ISLAMABAD: The Pakistan Tehreek-e-Insaf (PTI) requested the Supreme Court to review its judgment as it is a violation of the fundamental rights under articles 17, 10A, and 25 of the Constitution and has disfranchised millions of voters.

A three-member bench, headed by Chief Justice Qazi Faez Isa and comprising Justice Muhammad Ali Mazhar and Justice Musarrat Hilali on January 13 upheld the verdict of the Election Commission of Pakistan (ECP) that there were many irregularities in PTI’s intra-party elections, thus, deprived the PTI of its election symbol of “cricket bat”.

The PTI on Tuesday through Hamid Khan and Barrister Ali Zafar filed the review petition against the apex court’s judgment dated January 25, 2024.

It maintained that the judgement be reviewed because it blatantly violates peoples’ constitutional rights, saying under the Elections Act, 2017 there is no power and jurisdiction of the ECP to decide an intra-party election dispute or take away the symbol in case of an alleged irregularity in the intra-party elections. Indeed, the judgement under review fails to identify any provision in the Elections Act making it legally questionable.

In the proceedings before the Supreme Court of Pakistan, an earlier judgement of the ECP was presented in which the ECP acknowledged and confirmed that it has no jurisdiction under the law to decide any intra-party election dispute. ECP’s own judgement too has been ignored and hence the judgement under review is liable to be reviewed.

The petition said that it is well-established law that an intra-party election dispute is a civil dispute between members which can be decided only by a proper trial in a court of law, and since ECP is not a court of law, it could not (and in fact did not) conduct a trial or decide this dispute. This is also the mandate of Article 10A which provides that any civil dispute is to be decided by a court through a fair trial.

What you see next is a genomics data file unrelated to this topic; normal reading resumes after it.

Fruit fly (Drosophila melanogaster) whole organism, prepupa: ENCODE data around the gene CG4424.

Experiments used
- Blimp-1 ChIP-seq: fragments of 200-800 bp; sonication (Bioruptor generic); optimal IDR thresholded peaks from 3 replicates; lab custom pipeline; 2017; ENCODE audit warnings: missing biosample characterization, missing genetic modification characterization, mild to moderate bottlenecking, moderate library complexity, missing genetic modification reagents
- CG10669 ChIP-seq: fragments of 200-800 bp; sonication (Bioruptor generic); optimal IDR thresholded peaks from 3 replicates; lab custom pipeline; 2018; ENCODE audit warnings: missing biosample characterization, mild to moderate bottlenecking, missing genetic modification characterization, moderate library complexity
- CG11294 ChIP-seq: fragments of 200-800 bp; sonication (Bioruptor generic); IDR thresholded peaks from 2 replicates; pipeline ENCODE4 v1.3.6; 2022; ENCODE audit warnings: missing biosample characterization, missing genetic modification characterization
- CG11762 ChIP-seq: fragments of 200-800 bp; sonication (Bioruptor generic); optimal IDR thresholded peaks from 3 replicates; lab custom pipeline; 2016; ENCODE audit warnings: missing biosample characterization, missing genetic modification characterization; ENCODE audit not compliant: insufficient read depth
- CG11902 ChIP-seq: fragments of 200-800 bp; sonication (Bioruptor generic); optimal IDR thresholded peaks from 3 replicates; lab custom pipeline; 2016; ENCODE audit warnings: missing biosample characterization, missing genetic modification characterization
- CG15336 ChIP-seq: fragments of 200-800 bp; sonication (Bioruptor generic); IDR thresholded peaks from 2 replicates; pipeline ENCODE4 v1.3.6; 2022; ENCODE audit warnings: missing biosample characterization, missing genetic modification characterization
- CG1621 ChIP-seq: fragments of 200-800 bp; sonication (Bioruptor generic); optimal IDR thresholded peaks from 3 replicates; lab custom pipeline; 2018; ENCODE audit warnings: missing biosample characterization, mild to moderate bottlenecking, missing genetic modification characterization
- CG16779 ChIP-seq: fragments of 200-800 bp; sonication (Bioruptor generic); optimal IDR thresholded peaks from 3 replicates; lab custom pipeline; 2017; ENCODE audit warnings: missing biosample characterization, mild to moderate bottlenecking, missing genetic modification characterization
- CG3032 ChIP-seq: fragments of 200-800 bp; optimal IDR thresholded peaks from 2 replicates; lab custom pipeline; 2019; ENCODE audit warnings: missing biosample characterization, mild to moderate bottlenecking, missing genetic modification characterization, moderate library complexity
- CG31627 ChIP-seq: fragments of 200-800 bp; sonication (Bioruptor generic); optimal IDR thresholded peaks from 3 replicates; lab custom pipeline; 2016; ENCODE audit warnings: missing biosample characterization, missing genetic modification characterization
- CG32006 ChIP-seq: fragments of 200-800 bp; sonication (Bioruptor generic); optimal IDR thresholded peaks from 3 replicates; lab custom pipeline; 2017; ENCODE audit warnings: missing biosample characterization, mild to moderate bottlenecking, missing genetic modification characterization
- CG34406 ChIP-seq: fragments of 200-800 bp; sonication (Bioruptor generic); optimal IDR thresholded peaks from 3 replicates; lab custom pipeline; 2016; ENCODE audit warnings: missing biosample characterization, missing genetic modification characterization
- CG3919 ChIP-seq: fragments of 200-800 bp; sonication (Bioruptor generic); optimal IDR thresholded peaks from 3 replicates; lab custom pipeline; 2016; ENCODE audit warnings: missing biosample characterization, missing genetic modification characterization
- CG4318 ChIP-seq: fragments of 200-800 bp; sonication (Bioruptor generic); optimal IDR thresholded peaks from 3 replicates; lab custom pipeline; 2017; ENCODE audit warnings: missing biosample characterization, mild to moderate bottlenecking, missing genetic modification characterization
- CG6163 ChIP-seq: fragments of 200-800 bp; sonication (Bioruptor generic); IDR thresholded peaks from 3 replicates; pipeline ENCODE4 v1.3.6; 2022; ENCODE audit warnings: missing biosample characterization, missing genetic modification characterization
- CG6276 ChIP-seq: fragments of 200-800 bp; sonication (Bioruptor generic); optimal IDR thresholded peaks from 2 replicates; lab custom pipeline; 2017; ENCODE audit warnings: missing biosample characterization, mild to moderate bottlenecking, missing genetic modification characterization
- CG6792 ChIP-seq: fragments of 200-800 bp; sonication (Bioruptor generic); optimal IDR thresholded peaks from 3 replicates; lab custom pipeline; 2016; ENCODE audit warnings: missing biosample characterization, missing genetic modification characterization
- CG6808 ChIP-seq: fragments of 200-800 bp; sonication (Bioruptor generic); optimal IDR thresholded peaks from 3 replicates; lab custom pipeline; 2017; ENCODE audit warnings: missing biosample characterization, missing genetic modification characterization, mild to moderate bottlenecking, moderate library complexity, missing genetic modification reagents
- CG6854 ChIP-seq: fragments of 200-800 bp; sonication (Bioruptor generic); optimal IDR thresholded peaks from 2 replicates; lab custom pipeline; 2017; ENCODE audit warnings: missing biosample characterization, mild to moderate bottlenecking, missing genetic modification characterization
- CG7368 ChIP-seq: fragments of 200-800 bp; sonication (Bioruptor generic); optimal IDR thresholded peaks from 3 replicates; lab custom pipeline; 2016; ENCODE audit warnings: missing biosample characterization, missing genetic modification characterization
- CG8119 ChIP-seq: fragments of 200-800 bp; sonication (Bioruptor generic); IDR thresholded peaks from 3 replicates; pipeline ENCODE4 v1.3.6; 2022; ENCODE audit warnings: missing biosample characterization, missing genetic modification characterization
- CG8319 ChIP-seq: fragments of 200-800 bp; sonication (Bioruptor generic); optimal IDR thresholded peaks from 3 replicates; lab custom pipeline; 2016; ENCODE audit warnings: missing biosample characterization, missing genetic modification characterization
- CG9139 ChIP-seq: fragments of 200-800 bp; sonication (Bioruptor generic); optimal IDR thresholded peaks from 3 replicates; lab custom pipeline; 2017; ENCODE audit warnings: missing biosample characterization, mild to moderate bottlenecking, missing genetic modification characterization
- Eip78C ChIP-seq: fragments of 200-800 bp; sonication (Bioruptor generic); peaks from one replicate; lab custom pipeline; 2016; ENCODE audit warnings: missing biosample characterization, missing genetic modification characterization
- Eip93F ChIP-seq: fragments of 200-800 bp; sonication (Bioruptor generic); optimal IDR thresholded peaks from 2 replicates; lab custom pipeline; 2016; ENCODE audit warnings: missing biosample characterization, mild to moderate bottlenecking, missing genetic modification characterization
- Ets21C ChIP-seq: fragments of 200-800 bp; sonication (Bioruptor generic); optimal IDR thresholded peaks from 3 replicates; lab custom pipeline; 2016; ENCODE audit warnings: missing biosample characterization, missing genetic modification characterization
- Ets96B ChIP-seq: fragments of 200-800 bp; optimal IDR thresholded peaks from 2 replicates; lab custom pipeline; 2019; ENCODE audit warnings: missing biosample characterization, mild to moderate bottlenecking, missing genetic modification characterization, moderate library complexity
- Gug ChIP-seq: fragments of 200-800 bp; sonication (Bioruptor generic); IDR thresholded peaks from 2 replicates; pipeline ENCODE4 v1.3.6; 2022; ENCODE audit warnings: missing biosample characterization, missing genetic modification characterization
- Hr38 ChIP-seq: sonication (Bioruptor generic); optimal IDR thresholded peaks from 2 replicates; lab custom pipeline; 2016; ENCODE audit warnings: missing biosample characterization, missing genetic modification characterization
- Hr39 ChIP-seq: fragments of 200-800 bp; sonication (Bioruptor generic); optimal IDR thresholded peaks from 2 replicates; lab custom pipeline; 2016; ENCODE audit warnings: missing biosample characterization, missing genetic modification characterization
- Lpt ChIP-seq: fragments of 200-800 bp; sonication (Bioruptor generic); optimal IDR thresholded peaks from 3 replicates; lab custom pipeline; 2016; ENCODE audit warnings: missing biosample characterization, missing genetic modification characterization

The counsels submitted that Article 25 of the Constitution, prohibits discrimination, yet ECP’s decision in PTI’s case contrasts with its leniency towards another political party i.e. ANP. Despite ANP not holding intra-party elections, the ECP granted it the symbol and imposed only a fine. Moreover, out of 175 political parties, and throughout Pakistan’s history, ECP has never ever examined intra-party elections on the grounds of any irregularity nor refused a symbol on that basis.

They contended that since the case involved constitutional questions, under the Supreme Court (Practice and Procedure) Act, it could only have been heard by a five-member bench. The judgement under review hence suffers from lack of jurisdiction.

The PTI lawyers stated that the conclusion contained in the judgement under review is not supported by the text of the relevant provisions of the statute i.e. sections 208, 209, and 215 of the Elections Act. None of the said sections confers a power on the ECP to independently review whether intra-party elections are held in accordance with a political party’s constitution, or to adjudicate disputes between allegedly disputing members of a political party.

Section 208 of the Elections Act requires that intra-party elections are to be held by a political party. Section 208(5) also prescribes the consequence in case a political party fails to do so i.e. a show cause notice which may culminate in the penalty of a fine of ranging from PKR 100,000 to PKR 200,000.

Section 209 requires that subsequent to the holding of an intra-party election, the political party must furnish a certificate to the ECP. Section 209(3) imposes an obligation on the ECP to (“The Commission shall”) publish the certificate furnished by the political party on its website within seven days. It does not prescribe that the ECP must satisfy itself that the certificate has been validly issued under the party’s constitution. Section 215(5) does not make any reference to section 208 of the Elections Act which requires the holding of intra-party elections. In fact, it only refers to section 209 i.e. a failure to furnish a certificate.

The interpretation preferred by the Court in the Judgement under Review is clearly not supported by the plain text of sections 208, 209, and 215 of the Elections Act. Thus, the judgement under review is liable to be reviewed and recalled.

Copyright Business Recorder, 2024


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